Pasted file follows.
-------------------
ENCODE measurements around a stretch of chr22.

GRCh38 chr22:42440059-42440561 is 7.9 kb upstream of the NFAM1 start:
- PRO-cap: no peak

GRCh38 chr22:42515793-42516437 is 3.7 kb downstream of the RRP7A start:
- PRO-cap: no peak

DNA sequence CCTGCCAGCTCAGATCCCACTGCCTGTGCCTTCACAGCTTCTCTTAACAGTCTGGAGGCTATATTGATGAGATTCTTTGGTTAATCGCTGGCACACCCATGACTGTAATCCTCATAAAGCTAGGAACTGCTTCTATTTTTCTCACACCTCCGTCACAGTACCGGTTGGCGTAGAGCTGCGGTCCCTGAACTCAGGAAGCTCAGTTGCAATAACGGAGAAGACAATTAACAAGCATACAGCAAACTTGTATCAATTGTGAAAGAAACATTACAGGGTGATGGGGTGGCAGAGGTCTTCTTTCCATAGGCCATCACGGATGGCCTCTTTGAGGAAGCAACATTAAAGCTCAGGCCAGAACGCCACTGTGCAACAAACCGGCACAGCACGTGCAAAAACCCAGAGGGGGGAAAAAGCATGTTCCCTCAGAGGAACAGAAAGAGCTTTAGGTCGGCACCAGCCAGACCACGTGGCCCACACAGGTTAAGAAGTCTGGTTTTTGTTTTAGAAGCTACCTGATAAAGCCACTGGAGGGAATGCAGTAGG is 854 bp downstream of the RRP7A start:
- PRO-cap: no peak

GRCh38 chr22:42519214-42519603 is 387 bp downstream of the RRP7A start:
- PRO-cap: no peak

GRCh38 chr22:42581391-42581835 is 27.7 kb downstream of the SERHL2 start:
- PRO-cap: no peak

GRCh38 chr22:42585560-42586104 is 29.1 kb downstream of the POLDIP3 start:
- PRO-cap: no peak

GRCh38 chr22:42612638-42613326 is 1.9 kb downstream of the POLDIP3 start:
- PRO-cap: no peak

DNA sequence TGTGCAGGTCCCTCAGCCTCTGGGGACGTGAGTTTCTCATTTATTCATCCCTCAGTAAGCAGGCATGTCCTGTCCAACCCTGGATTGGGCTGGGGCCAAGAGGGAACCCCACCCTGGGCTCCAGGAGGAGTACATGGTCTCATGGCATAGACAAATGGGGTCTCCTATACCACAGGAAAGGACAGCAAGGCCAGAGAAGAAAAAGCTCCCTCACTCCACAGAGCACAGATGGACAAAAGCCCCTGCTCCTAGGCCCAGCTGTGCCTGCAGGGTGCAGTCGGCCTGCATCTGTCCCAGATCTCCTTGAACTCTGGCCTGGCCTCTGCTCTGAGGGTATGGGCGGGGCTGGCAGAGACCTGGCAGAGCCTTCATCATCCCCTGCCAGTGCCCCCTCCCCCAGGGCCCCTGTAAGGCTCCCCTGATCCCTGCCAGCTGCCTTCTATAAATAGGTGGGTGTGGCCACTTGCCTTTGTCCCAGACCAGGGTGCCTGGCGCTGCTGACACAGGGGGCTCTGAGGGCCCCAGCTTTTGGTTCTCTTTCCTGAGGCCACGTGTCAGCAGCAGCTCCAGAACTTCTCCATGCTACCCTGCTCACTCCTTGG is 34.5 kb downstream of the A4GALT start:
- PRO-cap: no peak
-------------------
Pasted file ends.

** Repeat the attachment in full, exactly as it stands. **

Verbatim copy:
ENCODE measurements around a stretch of chr22.

GRCh38 chr22:42440059-42440561 is 7.9 kb upstream of the NFAM1 start:
- PRO-cap: no peak

GRCh38 chr22:42515793-42516437 is 3.7 kb downstream of the RRP7A start:
- PRO-cap: no peak

DNA sequence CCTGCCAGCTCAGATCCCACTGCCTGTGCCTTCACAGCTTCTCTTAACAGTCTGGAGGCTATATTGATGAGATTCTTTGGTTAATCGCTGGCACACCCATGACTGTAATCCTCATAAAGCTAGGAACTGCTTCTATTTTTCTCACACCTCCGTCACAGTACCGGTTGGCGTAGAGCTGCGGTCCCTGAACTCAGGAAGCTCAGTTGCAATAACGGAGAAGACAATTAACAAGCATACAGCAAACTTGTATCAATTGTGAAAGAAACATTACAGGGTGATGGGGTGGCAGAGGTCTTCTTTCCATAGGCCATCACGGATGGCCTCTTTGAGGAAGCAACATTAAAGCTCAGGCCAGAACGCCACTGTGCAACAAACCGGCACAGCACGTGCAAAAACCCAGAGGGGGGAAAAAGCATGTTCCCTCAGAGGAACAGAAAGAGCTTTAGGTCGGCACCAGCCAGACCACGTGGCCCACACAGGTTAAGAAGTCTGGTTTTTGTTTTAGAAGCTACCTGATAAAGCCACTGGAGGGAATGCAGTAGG is 854 bp downstream of the RRP7A start:
- PRO-cap: no peak

GRCh38 chr22:42519214-42519603 is 387 bp downstream of the RRP7A start:
- PRO-cap: no peak

GRCh38 chr22:42581391-42581835 is 27.7 kb downstream of the SERHL2 start:
- PRO-cap: no peak

GRCh38 chr22:42585560-42586104 is 29.1 kb downstream of the POLDIP3 start:
- PRO-cap: no peak

GRCh38 chr22:42612638-42613326 is 1.9 kb downstream of the POLDIP3 start:
- PRO-cap: no peak

DNA sequence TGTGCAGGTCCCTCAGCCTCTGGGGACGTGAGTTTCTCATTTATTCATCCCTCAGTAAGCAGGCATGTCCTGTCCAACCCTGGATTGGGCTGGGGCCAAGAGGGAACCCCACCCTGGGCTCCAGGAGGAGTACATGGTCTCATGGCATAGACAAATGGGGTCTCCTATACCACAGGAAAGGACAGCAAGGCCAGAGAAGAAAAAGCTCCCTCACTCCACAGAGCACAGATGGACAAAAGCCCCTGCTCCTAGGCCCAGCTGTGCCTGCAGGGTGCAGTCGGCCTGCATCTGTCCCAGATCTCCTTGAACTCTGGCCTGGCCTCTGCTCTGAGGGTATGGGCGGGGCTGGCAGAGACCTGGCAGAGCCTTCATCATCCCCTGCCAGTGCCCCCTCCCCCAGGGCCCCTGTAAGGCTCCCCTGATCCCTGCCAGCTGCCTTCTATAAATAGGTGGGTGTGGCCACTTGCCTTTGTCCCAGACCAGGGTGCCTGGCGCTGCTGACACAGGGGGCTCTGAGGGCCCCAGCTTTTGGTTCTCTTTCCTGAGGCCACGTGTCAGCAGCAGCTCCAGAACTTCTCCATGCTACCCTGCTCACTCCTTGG is 34.5 kb downstream of the A4GALT start:
- PRO-cap: no peak